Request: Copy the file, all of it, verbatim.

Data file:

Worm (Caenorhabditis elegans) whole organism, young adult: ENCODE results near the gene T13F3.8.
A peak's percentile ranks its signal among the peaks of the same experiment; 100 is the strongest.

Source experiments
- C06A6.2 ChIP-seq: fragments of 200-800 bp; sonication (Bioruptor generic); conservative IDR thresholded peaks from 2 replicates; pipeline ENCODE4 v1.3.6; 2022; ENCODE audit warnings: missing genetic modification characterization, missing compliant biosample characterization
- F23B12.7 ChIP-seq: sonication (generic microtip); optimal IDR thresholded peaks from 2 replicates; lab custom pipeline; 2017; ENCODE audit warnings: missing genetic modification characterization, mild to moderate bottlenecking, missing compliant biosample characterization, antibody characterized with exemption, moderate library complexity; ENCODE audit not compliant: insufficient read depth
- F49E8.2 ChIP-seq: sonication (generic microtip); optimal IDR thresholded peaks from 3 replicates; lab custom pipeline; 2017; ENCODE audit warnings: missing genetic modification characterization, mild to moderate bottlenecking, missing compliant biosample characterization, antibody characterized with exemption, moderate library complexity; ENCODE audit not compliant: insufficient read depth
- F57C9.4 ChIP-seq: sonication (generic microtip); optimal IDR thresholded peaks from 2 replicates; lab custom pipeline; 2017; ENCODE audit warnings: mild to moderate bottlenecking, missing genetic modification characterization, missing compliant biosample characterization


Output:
Worm (Caenorhabditis elegans) whole organism, young adult: ENCODE results near the gene T13F3.8.
A peak's percentile ranks its signal among the peaks of the same experiment; 100 is the strongest.

Source experiments
- C06A6.2 ChIP-seq: fragments of 200-800 bp; sonication (Bioruptor generic); conservative IDR thresholded peaks from 2 replicates; pipeline ENCODE4 v1.3.6; 2022; ENCODE audit warnings: missing genetic modification characterization, missing compliant biosample characterization
- F23B12.7 ChIP-seq: sonication (generic microtip); optimal IDR thresholded peaks from 2 replicates; lab custom pipeline; 2017; ENCODE audit warnings: missing genetic modification characterization, mild to moderate bottlenecking, missing compliant biosample characterization, antibody characterized with exemption, moderate library complexity; ENCODE audit not compliant: insufficient read depth
- F49E8.2 ChIP-seq: sonication (generic microtip); optimal IDR thresholded peaks from 3 replicates; lab custom pipeline; 2017; ENCODE audit warnings: missing genetic modification characterization, mild to moderate bottlenecking, missing compliant biosample characterization, antibody characterized with exemption, moderate library complexity; ENCODE audit not compliant: insufficient read depth
- F57C9.4 ChIP-seq: sonication (generic microtip); optimal IDR thresholded peaks from 2 replicates; lab custom pipeline; 2017; ENCODE audit warnings: mild to moderate bottlenecking, missing genetic modification characterization, missing compliant biosample characterization